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To determine the prevalence of antibiotic allergy labels (AALs) in Australian aged care residents and to describe the impact of labels on antibiotic prescribing practices.
Australian residential aged care facilities.
We surveyed 1,489 residents in 407 aged care facilities.
Standardized data were collected on a single day between June 1 and August 31, 2018, for residents prescribed an antibiotic. An AAL was reported if it was documented in the resident’s health record. Resident-level data were used to calculate overall prevalence, and antibiotic-level data were used to report relative frequency of AALs for individual antibiotics and classes.
Among 1,489 residents, 356 (24%) had 1 or more documented AALs. The AALs for penicillin (28.3%), amoxicillin or amoxicillin/clavulanic acid (10.5%), cefalexin (7.2%), and trimethoprim (7.0%) were most commonly reported. The presence of an AAL was associated with significantly less prescribing of penicillins (OR, 0.43; 95% CI, 0.31–0.62; P < .001) and significantly more prescribing of lincosamides (OR, 4.81; P < .001), macrolides (OR, 2.03; P = .007), and tetracyclines (OR, 1.54; P = .033). Of residents with AALs, 7 residents (1.9%) were prescribed an antibiotic that was listed on the allergy section of their health record.
A high prevalence of AALs was observed among residents of Australian aged care facilities, comparable to the prevalence of AALs in high-risk hospitalized patients. Significant increases in prescribing of lincosamide, macrolide, and tetracycline agents poses a potential risk to aged populations, and future studies must evaluate the benefits of AAL delabelling programs tailored for aged care settings.
The primary objective of this study was to examine the impact of an electronic medical record (EMR)–driven intensive care unit (ICU) antimicrobial stewardship (AMS) service on clinician compliance with face-to-face AMS recommendations. AMS recommendations were defined by an internally developed “5 Moments of Antimicrobial Prescribing” metric: (1) escalation, (2) de-escalation, (3) discontinuation, (4) switch, and (5) optimization. The secondary objectives included measuring the impact of this service on (1) antibiotic appropriateness, and (2) use of high-priority target antimicrobials.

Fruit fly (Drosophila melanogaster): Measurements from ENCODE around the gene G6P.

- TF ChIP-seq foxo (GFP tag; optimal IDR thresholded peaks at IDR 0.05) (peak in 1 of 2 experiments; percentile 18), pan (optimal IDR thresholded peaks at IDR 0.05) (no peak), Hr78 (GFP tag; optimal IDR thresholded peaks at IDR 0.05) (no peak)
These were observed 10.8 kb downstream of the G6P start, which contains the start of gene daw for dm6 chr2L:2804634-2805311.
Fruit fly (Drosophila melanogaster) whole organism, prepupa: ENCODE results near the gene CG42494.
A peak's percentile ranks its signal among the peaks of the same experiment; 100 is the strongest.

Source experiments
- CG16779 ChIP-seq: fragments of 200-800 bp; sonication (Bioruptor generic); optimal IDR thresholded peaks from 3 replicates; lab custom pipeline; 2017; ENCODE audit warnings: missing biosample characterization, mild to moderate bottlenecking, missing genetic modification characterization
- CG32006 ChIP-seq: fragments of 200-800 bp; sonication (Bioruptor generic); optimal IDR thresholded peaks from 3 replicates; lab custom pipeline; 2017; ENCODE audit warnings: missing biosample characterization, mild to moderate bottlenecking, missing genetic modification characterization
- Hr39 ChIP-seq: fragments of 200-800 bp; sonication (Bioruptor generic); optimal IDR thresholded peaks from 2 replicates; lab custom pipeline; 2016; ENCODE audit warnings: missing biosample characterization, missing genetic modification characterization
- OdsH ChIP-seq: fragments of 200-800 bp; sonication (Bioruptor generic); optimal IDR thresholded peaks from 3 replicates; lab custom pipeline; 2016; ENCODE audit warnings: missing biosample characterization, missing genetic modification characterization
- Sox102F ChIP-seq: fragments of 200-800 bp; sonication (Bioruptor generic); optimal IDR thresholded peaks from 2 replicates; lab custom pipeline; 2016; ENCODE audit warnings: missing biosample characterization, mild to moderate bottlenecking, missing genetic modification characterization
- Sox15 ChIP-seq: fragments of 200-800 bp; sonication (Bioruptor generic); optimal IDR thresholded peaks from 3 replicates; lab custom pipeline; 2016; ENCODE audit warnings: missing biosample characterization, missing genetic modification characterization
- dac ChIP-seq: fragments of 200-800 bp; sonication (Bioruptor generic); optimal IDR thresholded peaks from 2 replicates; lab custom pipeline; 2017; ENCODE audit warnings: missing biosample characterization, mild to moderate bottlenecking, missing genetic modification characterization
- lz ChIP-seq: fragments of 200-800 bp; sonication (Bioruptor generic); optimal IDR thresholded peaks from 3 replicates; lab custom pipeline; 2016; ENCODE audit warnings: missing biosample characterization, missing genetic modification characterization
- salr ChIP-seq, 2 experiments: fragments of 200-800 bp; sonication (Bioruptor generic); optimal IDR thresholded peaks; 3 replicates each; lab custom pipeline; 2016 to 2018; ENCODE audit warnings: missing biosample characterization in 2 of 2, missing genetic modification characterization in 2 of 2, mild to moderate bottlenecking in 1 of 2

A prospective review was undertaken of the implementation and compliance with a new ICU-AMS service that utilized EMR data coupled with face-to-face recommendations. Additional patient data were collected when an AMS recommendation was made. The impact of the ICU-AMS round on antimicrobial appropriateness was evaluated using point-prevalence survey data.
For the 202 patients, 412 recommendations were made in accordance with the “5 Moments” metric. The most common recommendation made by the ICU-AMS team was moment 3 (discontinuation), which comprised 173 of 412 recommendations (42.0%), with an acceptance rate of 83.8% (145 of 173). Data collected for point-prevalence surveys showed an increase in prescribing appropriateness from 21 of 45 (46.7%) preintervention (October 2016) to 30 of 39 (76.9%) during the study period (September 2017).
The integration of EMR with an ICU-AMS program allowed us to implement a new AMS service, which was associated with high clinician compliance with recommendations and improved antibiotic appropriateness. Our “5 Moments of Antimicrobial Prescribing” metric provides a framework for measuring AMS recommendation compliance.
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